New Orleans: A Guide

17 May

Last weekend I took my first trip to Louisiana and visited New Orleans to celebrate my boyfriend’s birthday.  As New Orleans was the kick off of a new age for him, I will use it as a kick off for my blog. In doing research for our roadtrip I found advice on experiencing New Orleans to be lacking. Today, I write for that reason. My guide compiles what I wish people had told me, what I did, what I wish I would have done, and what I would do differently.

The Carousel Bar at Hotel Monteleone might have been my favorite place in NOLA. It is easily the most unusual cocktail bar I have ever entered. The center of the bar looks like a classic carousel that the bar top and stools rotate around. We learned from the bartender that it takes fifteen minutes to do one full rotation. If there is not a seat available at the bar when you walk in, wait. It is worth it.  I ordered a Golden Cadillac, a delicious, creamy licorice hinted drink that would be best compared to a White Russian. It was fantastic.

Gumbo, jambalaya, and a po boy were on my list of foods to eat. I wish I would have been able to try more of each to have some comparisons to offer, but Mr. B’s makes a great Gumbo Ya Ya (for non-seafood eaters) and yummy Barbecue Shrimp. If you are looking to eat at a busy restaurant but didn’t make a reservation, ask the hostess if the bar is full service, as you can usually seat yourself without a wait. This is what we did at Mr. B’s. Also, if you want to try some of the finer restaurants but are travelling on a budget, eat at these places during lunch hours. You can often order smaller portions of dinner offerings at a lower price.

I was told repeatedly that Cafe du Monde  is a New Orleans must. This coffee stand is open 24 hours so it isn’t too difficult to avoid this place during early morning hours when you will wait in a long line of tourists. Grab three warm, powdered sugar covered beignets for a whopping $2.65. Cross the street and shop the work of local artists in Jackson Square.

Obviously a walk down balcony lined Bourbon Street where the Mardi Gras magic happens is in order. Another must-walk street in the French Quarters is Royal Street. Replace all of Bourbon’s bars with art galleries and antique shops and you’ve got Royal. In the unassuming art galleries you’ll find the work of both local artists and renowned artists, such as Picasso and Dali, for sale. While you’re on Royal street, if you want to pick up a souvenir that really says New Orleans, I’d suggest stopping in Bevolo for a gas lamp like the ones you see all around the city.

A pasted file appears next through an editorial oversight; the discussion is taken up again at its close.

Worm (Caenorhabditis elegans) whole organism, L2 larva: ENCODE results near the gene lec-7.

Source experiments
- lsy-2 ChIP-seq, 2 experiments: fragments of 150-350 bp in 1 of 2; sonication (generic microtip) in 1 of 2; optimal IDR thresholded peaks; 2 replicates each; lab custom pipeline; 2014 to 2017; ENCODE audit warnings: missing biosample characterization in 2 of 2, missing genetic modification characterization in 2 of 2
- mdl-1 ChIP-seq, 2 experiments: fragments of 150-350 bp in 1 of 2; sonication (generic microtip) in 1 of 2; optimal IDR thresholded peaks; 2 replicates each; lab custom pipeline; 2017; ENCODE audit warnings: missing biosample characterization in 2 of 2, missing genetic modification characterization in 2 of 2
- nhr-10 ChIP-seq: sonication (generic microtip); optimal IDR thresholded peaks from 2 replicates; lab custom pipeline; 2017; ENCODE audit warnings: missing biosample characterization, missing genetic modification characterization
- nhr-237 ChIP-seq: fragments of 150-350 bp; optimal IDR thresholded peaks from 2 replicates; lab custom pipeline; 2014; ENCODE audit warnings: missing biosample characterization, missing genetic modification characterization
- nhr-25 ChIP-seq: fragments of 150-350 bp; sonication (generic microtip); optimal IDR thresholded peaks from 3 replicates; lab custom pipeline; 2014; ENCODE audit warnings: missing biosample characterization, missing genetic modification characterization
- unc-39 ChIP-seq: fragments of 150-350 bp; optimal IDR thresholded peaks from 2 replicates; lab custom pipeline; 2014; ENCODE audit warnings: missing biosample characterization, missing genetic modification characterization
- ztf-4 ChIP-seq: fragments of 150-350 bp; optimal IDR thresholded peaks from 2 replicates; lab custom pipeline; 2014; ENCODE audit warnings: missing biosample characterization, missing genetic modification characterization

A trip to New Orleans wouldn’t be complete without live music. For good blues we were told to go see Big Al at the Funky Pirate, but were also advised to “follow our ears.” We didn’t make it to see 495 pound Al, but found some fun brass bands at Vasos and BMC off of Decatur.

Saturday morning we went to Brennan’s.  As our waiter mentioned, Brennan’s is in Webster’s dictionary under Bananas Foster, but The brunch prices seemed to reflect the name more than the quality of food. If you want to dine there I’d suggest eating no more than their recommended turtle soup or their famous bananas foster.

Sunday we opted for a less expensive morning meal and ended up at Merchant: a little cafe on Common Street that serves crepes, croques, and coffee. Both the Pancetta and the Triple Cream crepes were scrumptious.  While the cafe is small, don’t expect to pop in for a quick bite as the leisurely staff makes everything fresh once you order.

After exploring the French Quarters take the St. Charles street car to the Garden District. You can get an all day pass for $3.  Bring exact change for your fare. Take a walk through the neighborhood, and admire the unique architecture marked by gas lamps and floor to ceiling shutters.

Head down to Magazine street, a 6-mile strip of mostly locally owned restaurants, galleries, and shops, and swing by Sucre for artful pastries, chocolates, macarons, or gelato. I ate an outstanding caramel peanut tart while my boyfriend sipped a Rocher gelato shake. This is one of the best patisseries I have been to in all of my travels.

I thought it would be fun to eat a bowl of gumbo at Commander’s Palace, but without reservations and a standing only bar, the wait would have taken up more precious time in New Orleans than I was willing to let it. Not to mention, I felt slightly under dressed in my casual skirt. For alternative dining in the neighborhood, hop back on the St. Charles street car and head to Slice Pizzeria: delicious brick oven pizza, a break from tourists, and NOLA Brewery beers.

If I had another day I would have loved to take the Gray Line Katrina Tour, walked through the WWII Museum, or visited the Audubon Aquarium. I’d also try a few different eateries including, Mike’s on the Avenue, Dick and Jenny’s, and The Columns.  If you have any NOLA favorites, please share below.

My pre-trip suggested reads: Design*Sponge’s New Orleans City Guide, The Urbanist’s New Orleans: What to Do, gusto & grace: a map of NOLA, The New York Times Travel Guide, and The New York Times 36 Hours: 150 Weekends in the USA & Canada.

UPDATE 6.29.12: Anthropologie recently publised this guide in their magazine.


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